There’s an odd moment in the middle of Jersey Boys, a throwaway line that you could miss amid the pulsing rhythm that drives the now decade old musical. It comes near the end of the first act, when the tall tale of the Four Seasons’ rise to fame is reaching its commercial climax. As the group of boys from the wrong side of Jersey gain notoriety with hit singles like “Sherry” and “Walk like a Man,” Bob Gaudio – the band’s songwriter – addresses the audience and lets them know that this distinct sound of the sixties wasn’t for flower children or hippies, but rather for everyday, working class Americans.
It seems like an innocuous notion; hell, what band from Jersey hasn’t claimed to be for the working class? But it’s a profound moment of populism in a script that so often shies away from big ideas and instead deals in wit and nostalgia. For a brief second, the audience is let in on the idea that maybe what made this music so big, what made it prime for an explosive Broadway production decades after its prime is the idea that there’s something universal to it, that anybody and everybody can relate to the simply irresistible sounds of one of the twentieth century’s most popular acts.
At first the idea is troubling, a dated crop of conservatism masking as universality and reducing the cultural context of the music on display into some ephemeral, normalized notion. And Jersey Boys doesn’t do itself any favors, as its true moments of emotional sincerity come when the music telescopes in and touches on the specific and the personal. “My Eyes Adored You,” like all of Frankie Valli’s songs, is barely sympathetic, a song about the notion of losing love but with no real heft. And yet, when we see Frankie sing it to his wife as their marriage falls apart, it becomes something powerful, a musical representation of a unique, personal experience.
So it seems that Jersey Boys has a bit of an identity problem. It clutches to a grand ideal of music’s transcendence and yet earns its real sympathy from moments of authentic intimacy that fly in the face of that ideal. And this struggle between the two poles of Jersey Boys permeates it. It at once dances and roars its way through its not-quite-history with bombast while also stopping and wondering if there’s really any truth in the whole affair.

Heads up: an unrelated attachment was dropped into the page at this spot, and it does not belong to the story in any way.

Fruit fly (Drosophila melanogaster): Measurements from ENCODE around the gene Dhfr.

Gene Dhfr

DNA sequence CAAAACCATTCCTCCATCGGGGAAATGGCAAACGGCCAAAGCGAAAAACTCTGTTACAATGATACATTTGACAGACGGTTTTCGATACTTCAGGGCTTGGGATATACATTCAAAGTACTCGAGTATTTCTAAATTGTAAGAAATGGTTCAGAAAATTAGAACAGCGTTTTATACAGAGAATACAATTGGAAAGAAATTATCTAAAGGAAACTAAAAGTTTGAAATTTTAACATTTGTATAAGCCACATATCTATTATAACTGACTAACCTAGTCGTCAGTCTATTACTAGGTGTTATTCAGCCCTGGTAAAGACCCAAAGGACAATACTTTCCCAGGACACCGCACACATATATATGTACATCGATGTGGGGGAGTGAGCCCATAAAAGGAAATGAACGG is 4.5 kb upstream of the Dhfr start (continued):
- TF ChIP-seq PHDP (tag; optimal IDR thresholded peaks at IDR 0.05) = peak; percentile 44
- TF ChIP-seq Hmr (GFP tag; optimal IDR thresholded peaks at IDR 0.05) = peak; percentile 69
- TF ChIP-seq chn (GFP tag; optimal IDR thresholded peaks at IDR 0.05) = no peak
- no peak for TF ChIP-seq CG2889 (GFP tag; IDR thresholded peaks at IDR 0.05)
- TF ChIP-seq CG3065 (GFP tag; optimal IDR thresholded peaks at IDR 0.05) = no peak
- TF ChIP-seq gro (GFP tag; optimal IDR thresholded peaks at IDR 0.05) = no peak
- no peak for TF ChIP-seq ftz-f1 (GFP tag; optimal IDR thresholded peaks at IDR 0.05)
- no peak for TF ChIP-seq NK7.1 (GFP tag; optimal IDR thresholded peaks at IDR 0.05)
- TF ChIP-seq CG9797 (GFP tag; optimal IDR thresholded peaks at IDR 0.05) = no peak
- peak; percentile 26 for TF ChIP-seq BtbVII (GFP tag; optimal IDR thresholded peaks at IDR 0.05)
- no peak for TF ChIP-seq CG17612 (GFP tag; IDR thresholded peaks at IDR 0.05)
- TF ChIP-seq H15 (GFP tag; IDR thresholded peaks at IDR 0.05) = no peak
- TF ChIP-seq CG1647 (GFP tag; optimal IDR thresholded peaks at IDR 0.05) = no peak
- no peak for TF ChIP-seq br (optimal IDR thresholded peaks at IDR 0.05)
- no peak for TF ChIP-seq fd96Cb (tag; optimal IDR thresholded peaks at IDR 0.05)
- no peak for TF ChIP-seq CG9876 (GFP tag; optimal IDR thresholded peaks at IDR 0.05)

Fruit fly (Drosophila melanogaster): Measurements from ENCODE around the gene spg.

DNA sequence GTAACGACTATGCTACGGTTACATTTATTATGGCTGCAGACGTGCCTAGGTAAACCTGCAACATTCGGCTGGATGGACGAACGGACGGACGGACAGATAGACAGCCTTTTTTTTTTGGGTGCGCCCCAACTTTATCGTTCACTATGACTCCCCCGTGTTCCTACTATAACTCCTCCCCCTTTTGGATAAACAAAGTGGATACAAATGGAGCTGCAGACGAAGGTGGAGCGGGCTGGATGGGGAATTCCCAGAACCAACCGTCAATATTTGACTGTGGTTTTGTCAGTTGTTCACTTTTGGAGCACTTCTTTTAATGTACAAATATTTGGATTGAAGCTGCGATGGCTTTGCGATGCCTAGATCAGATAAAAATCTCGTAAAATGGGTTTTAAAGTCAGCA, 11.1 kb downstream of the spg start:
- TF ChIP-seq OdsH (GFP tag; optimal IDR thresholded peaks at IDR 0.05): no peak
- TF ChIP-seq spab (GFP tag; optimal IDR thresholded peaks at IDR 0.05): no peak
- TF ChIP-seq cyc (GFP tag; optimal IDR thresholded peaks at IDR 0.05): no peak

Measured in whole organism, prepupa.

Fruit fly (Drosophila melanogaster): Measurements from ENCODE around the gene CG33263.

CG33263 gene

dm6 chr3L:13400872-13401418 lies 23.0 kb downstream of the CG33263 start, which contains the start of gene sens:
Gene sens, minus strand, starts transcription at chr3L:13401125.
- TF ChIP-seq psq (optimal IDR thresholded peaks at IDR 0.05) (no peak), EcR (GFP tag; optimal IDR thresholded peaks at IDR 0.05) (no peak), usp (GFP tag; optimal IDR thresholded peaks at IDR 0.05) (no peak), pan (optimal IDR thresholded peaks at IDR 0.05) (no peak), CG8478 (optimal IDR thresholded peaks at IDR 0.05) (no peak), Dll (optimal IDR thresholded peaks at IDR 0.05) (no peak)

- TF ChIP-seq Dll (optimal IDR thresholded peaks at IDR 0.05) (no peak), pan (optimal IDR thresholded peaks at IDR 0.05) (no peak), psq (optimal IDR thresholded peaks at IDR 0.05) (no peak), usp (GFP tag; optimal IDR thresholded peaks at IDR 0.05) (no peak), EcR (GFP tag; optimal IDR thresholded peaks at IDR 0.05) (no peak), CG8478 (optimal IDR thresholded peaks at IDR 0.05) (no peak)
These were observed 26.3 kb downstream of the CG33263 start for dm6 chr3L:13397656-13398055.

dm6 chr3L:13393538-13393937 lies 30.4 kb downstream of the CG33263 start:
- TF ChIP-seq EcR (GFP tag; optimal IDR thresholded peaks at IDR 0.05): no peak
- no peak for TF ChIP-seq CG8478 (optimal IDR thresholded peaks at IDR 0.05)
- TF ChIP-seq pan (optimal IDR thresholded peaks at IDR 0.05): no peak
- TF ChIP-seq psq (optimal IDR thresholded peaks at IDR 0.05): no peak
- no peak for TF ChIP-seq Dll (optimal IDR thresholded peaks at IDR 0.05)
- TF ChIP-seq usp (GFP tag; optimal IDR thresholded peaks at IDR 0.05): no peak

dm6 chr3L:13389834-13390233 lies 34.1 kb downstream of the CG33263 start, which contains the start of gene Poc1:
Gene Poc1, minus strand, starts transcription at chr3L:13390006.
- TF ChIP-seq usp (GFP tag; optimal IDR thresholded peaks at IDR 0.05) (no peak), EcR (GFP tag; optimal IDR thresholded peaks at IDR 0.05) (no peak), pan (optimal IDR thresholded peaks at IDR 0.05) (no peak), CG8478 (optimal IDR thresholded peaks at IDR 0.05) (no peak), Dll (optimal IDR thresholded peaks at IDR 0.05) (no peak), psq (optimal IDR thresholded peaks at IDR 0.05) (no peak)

On paper it sounds messy, like a show that never quite knows where it stands. But somehow, the touring production of Jersey Boys on display at the National Theatre grabs its uncertainty by the horns and makes of it a compelling display of music, theatre, and the tricky ways that they can interact.
It helps that the show is a true spectacle of performance. No amount of cynicism could possibly keep someone from dancing in their seat to the ear blasting arrangements of songs that are nothing if not completely contagious. Of course, the songs are only as good as their performers, and the touring cast couldn’t be better suited for their roles. Matthew Dailey, Aaron De Jesus, Keith Hines, and Drew Seeley take on the roles of the Four Seasons and do so with such vigor that one starts to believe they’re seeing the real thing.
In fact, the most powerful moments of Jersey Boys come when its premise falls away and the audience starts to believe – if only for minute – the Four Seasons are truly taking the stage. In the second act, the audience was clapping for “Can’t Take My Eyes Off of You” before Valli even sang a note, and by the end of the song we weren’t in the National Theatre anymore. We were in a concert hall in Jersey circa ’67 and nothing could have been better.
In a sense, the audience plays a part in Jersey Boys just as much as the cast does. When the show is really firing on all cylinders, the audience is transformed into clamoring fans, dying to hear that perfect harmony that captivated a country for almost a decade. And in that sense, Jersey Boys blurs the line between music and theatre in a way that few musicals really ever grasp. It’s panache and performance, a spectacle for the masses, but at the same time it finds depth in its characters and truth in its uncertainty.
It’s a show, ostensibly, for everyone with music that was, ostensibly, for everyone. And yet somehow you walk out thinking that it was tailor made just for you. That maybe you’re the “you” that Frankie sings so much about. When the universal blurs into the personal, something magical can happen. As magical as four kids from Jersey finding that perfect sound under a streetlamp all those years ago.
Jersey Boys. Book by Marshall Brickman and Rick Elice. Music by Bob Gaudio. Lyrics by Bob Crewe. Directed by Des McAnuff. Featuring Matthew Dalley, Aaron De Jesus, Keith Hines, Drew Seeley, Tommaso Antico, Jaycie Dotin, De’Lon Grant, Wes Hart, Bryan Hindle, Miguel Jarquin-Moreland, Austin Owen, Kristen Paulicelli, Leslie Rochette, Jenna Nicole Schoen, Dru Serkes, Jonny Wexler, Keith White, Barry Anderson, Thomas Fiscella. Scenid Design: Klara Zieglerova. Costume Design: Jess Goldstein. Lighting Design: Howell Binkley. Sound Design: Steve Canyon Kennedy. Projection Design: Michael Clark. Choreography: Serfio Trujillo. Produced by Dodger Theatricals, Joseph J. Grano, Tamara and Kevin Kinsella, and Pelican Group. Reviewed by Sean Craig.